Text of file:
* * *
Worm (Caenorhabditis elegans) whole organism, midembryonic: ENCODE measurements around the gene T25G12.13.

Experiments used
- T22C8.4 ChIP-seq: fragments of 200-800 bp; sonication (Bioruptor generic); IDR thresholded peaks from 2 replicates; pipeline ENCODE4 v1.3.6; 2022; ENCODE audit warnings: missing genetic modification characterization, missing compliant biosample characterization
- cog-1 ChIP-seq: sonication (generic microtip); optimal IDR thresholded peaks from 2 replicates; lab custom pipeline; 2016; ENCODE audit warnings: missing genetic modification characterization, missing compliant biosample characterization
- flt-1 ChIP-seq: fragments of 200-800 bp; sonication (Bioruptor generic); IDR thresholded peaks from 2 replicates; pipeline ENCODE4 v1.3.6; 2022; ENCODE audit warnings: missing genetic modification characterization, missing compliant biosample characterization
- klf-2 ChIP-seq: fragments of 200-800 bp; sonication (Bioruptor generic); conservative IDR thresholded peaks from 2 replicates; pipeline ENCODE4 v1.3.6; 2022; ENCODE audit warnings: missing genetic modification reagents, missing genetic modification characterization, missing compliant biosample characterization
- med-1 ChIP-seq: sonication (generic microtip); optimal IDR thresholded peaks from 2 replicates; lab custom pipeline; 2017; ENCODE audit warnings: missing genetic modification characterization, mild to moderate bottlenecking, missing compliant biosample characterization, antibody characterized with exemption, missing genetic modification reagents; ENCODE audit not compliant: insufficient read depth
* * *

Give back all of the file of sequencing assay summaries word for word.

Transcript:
Worm (Caenorhabditis elegans) whole organism, midembryonic: ENCODE measurements around the gene T25G12.13.

Experiments used
- T22C8.4 ChIP-seq: fragments of 200-800 bp; sonication (Bioruptor generic); IDR thresholded peaks from 2 replicates; pipeline ENCODE4 v1.3.6; 2022; ENCODE audit warnings: missing genetic modification characterization, missing compliant biosample characterization
- cog-1 ChIP-seq: sonication (generic microtip); optimal IDR thresholded peaks from 2 replicates; lab custom pipeline; 2016; ENCODE audit warnings: missing genetic modification characterization, missing compliant biosample characterization
- flt-1 ChIP-seq: fragments of 200-800 bp; sonication (Bioruptor generic); IDR thresholded peaks from 2 replicates; pipeline ENCODE4 v1.3.6; 2022; ENCODE audit warnings: missing genetic modification characterization, missing compliant biosample characterization
- klf-2 ChIP-seq: fragments of 200-800 bp; sonication (Bioruptor generic); conservative IDR thresholded peaks from 2 replicates; pipeline ENCODE4 v1.3.6; 2022; ENCODE audit warnings: missing genetic modification reagents, missing genetic modification characterization, missing compliant biosample characterization
- med-1 ChIP-seq: sonication (generic microtip); optimal IDR thresholded peaks from 2 replicates; lab custom pipeline; 2017; ENCODE audit warnings: missing genetic modification characterization, mild to moderate bottlenecking, missing compliant biosample characterization, antibody characterized with exemption, missing genetic modification reagents; ENCODE audit not compliant: insufficient read depth